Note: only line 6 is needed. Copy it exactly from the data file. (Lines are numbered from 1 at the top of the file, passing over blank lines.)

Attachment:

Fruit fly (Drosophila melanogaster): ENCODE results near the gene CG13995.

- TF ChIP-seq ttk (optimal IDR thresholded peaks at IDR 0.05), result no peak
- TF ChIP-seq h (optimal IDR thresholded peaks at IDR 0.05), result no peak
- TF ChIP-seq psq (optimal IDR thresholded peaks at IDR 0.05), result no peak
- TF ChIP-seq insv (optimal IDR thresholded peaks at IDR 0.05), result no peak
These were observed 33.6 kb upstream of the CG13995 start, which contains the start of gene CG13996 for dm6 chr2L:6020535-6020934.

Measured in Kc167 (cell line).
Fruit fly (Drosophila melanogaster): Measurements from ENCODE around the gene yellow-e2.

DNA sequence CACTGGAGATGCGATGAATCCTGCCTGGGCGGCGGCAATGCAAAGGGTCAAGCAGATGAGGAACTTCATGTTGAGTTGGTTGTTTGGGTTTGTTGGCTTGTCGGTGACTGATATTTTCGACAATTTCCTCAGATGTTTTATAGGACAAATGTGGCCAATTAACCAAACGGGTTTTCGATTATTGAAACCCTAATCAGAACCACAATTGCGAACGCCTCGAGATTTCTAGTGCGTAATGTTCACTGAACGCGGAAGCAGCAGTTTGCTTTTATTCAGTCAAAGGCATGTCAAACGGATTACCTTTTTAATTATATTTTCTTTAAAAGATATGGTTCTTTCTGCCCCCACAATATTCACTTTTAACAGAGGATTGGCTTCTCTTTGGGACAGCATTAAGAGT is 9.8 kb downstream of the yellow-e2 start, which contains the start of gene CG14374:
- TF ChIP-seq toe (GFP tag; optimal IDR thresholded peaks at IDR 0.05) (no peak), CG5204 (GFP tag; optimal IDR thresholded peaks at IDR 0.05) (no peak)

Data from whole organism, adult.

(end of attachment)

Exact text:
These were observed 33.6 kb upstream of the CG13995 start, which contains the start of gene CG13996 for dm6 chr2L:6020535-6020934.